From pv magazine global
Emissions from the electricity sector remained stable in the first half of 2023, increasing by just 0.2% (equivalent to more than 12 million tons of CO2) from the same period the previous year, according to UK consultancy Ember.
The most significant reductions in emissions were observed in the European Union, followed by Japan, the United States, and South Korea. The reductions were primarily due to decreased coal generation, particularly in the United States, the European Union, Japan, and South Korea.
Ember said that achieving “peak” fossil emissions in the electricity sector is a critical milestone in the transition to a clean, electrified economy. The report noted that accelerating the deployment of wind and solar energy will be essential to achieving a rapid decline in emissions this decade.
Ember said the primary measure governments can take to put the world on a 1.5 C path is to triple global renewable capacity by 2030. In the first half of 2023, wind and solar were the only two sources of electricity that significantly increased their share of the global electricity supply, rising to 14.3% from 12.8% the previous year. However, their generation growth was slower compared to the same period in 2022, with solar increasing by 16% (compared to 26% in the first half of 2022).
In the first half of 2023, 50 countries achieved new monthly records for solar generation, with China leading in solar generation growth, followed by the European Union, the United States, and India.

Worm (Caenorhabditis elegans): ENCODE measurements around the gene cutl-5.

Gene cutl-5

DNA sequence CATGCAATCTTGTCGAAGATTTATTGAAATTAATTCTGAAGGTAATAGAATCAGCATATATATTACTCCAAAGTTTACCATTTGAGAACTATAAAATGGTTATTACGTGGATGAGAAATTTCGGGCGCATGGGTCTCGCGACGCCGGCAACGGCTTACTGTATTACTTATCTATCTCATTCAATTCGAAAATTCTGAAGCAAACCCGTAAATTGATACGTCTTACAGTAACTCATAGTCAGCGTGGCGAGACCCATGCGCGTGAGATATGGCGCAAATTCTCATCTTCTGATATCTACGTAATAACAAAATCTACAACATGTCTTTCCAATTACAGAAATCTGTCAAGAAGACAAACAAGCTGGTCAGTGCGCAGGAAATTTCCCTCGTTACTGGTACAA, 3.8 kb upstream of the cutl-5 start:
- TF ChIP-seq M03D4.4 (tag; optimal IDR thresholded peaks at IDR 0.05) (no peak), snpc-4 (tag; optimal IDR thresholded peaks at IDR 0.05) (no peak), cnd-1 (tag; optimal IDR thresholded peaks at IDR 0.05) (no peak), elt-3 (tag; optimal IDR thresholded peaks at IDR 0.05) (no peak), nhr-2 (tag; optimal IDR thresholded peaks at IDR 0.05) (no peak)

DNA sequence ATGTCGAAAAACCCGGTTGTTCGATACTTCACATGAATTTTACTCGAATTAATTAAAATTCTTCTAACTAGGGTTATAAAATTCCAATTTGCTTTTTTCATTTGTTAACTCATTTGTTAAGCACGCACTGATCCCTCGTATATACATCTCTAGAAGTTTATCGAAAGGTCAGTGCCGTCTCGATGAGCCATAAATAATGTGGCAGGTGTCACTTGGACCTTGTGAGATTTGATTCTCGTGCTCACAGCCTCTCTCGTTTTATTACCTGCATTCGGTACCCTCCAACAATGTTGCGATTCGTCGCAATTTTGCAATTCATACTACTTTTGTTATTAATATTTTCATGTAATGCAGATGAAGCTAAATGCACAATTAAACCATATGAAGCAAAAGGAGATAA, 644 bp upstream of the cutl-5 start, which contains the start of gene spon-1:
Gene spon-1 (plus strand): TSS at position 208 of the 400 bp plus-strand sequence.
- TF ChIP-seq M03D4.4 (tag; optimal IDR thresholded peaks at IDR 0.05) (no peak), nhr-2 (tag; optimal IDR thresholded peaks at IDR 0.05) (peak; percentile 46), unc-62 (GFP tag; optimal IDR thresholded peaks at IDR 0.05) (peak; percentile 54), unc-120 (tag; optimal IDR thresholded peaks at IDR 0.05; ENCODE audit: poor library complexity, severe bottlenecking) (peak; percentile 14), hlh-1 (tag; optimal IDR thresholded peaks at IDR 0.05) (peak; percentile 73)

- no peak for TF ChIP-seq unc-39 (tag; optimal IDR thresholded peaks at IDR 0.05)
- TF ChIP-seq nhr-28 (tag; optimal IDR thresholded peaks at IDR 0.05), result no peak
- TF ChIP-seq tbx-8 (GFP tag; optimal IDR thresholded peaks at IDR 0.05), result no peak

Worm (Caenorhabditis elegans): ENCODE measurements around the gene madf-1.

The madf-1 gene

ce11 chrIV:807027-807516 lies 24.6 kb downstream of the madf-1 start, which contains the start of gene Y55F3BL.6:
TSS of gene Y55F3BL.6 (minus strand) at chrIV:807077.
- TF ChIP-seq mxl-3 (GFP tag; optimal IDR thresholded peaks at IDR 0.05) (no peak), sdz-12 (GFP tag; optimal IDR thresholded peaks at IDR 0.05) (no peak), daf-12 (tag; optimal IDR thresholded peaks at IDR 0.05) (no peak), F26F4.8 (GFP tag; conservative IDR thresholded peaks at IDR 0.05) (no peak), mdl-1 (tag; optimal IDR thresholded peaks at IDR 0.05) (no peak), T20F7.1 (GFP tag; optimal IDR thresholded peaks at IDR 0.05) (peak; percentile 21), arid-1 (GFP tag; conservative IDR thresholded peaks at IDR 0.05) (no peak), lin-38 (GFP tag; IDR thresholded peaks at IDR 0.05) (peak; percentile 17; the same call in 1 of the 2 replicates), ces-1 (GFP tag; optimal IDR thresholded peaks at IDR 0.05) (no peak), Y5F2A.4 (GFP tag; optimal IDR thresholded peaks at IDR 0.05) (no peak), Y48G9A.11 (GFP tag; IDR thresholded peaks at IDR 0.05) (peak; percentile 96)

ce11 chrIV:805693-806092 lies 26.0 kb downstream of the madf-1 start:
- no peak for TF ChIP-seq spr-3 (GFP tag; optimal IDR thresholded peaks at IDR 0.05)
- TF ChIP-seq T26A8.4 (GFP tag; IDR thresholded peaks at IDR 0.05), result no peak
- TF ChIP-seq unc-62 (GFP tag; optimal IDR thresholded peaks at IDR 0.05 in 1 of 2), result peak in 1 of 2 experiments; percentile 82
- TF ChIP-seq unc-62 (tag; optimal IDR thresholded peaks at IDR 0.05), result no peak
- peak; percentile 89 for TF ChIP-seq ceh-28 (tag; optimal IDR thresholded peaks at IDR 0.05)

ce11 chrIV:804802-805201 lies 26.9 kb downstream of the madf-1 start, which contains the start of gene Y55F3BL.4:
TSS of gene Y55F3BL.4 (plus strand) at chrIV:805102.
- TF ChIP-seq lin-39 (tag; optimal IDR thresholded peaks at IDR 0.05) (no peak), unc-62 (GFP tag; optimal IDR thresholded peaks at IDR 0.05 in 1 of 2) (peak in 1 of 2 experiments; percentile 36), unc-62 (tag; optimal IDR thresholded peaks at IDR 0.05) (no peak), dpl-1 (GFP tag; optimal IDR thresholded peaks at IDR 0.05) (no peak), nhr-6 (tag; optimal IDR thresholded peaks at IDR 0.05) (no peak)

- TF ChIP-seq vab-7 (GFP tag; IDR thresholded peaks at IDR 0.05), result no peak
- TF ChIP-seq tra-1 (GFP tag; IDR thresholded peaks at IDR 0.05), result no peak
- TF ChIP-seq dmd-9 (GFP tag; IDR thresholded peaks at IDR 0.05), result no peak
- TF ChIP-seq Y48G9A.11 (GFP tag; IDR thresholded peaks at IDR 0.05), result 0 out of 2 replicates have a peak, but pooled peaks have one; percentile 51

Wind energy grew by 10% in the first half of 2023, compared to 16% in the same period in 2022.
Despite these gains, fossil generation increased slightly to compensate for the hydroelectricity deficit (-8.5%, or -177 TWh). According to Ember, emissions from the electricity sector would have decreased by 2.9% if global hydro generation had remained at the same level as the previous year.
However, lower electricity demand helped limit further global emissions growth, with global electricity demand increasing by only 0.4% in the first half of 2023 compared to the previous year. This is significantly lower than the average annual growth rate of 2.6% between 2012 and 2022. High-income economies, including Japan, the European Union, the United States, and South Korea experienced a decline in demand, leading to lower fossil fuel consumption. In contrast, India saw demand growth of 3.1%.
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